Learn the difference between Cucurbita pepo and Cucurbita maxima squash – and where “pumpkins” fit into the family.
Pumpkins are a distinct part of American culture, especially during fall.
Photo by Michelle Pellot
Neatly stacked ‘Musquee de Provence’ (C. moschata) make for a beautiful display.
Photo by istock/Barcin
C. pepo squash have five-angled stems that slope smoothly to meet the fruit.
Photo by istock/Sarah Lee
C. maxima squash have irregularly rounded stems with no angles.
Photo by istock/OlafSpeier
Native Americans dried strips of pumpkin and wove them into mats. They also roasted long strips of pumpkin on the open fire and ate them. The origin of pumpkin pie occurred when the colonists sliced off the pumpkin top, removed the seeds, and filled the insides with milk, spices, and honey. The pumpkin was then baked in hot ashes.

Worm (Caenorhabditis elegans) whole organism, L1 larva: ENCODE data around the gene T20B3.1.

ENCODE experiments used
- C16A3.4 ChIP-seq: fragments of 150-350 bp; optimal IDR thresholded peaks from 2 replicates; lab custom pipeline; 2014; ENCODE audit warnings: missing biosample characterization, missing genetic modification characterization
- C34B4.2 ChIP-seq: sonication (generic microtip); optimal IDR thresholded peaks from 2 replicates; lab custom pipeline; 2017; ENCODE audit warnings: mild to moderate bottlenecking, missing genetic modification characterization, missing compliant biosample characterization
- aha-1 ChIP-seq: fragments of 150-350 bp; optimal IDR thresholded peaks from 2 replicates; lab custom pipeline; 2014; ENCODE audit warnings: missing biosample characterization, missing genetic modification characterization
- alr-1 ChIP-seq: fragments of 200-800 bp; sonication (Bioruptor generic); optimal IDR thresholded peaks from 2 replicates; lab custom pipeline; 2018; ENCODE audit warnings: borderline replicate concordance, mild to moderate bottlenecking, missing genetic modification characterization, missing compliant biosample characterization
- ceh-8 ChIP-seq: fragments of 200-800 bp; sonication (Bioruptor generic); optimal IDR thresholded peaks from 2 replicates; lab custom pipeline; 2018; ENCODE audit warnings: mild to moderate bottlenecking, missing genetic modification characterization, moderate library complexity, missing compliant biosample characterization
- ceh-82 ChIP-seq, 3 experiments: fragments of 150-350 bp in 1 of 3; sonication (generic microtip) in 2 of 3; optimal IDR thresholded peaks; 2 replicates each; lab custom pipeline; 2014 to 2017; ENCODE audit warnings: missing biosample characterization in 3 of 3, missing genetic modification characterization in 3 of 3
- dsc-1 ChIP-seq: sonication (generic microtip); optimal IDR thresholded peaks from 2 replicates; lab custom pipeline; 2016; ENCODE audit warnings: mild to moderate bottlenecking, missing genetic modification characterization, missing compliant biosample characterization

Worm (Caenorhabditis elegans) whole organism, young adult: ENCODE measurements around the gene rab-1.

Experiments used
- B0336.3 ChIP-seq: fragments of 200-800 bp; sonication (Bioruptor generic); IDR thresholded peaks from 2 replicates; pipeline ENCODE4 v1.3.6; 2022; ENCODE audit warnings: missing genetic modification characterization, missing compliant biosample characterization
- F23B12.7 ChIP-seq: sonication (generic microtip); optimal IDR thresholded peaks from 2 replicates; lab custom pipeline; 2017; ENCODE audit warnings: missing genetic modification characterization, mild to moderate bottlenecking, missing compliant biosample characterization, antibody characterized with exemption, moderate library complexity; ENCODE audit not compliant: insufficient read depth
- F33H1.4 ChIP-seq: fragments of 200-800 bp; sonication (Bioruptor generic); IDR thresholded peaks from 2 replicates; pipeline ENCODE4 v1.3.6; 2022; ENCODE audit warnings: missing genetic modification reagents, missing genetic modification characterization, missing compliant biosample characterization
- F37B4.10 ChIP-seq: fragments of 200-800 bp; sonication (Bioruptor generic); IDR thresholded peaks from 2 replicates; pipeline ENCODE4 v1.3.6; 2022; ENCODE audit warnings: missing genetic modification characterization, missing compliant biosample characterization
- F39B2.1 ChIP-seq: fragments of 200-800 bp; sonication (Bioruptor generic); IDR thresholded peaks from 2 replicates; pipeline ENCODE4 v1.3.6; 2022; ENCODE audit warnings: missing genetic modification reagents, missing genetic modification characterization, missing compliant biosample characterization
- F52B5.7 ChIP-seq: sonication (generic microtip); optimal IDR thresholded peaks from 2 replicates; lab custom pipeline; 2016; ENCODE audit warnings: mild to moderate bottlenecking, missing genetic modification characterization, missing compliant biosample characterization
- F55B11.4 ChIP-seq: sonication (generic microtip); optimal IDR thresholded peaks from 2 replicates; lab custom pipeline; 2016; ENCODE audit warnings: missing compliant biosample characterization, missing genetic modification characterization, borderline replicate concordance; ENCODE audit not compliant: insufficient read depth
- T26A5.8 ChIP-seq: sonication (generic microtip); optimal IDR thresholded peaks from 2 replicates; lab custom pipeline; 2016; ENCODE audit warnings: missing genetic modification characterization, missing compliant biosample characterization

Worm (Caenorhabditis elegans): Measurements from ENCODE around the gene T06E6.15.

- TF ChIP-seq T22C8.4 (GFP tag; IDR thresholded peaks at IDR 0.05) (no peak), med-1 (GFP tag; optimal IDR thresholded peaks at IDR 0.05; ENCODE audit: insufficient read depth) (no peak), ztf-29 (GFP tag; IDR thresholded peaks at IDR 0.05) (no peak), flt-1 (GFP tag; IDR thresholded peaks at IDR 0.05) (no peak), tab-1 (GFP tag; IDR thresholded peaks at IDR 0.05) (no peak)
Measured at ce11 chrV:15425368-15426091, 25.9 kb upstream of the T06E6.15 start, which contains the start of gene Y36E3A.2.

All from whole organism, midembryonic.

Photo by Fotolia/yotrakbutda
One difference between summer and winter squash is that we eat summer squash before the seeds have hardened and the fruit has ripened, while we eat winter squash only after the fruit has matured.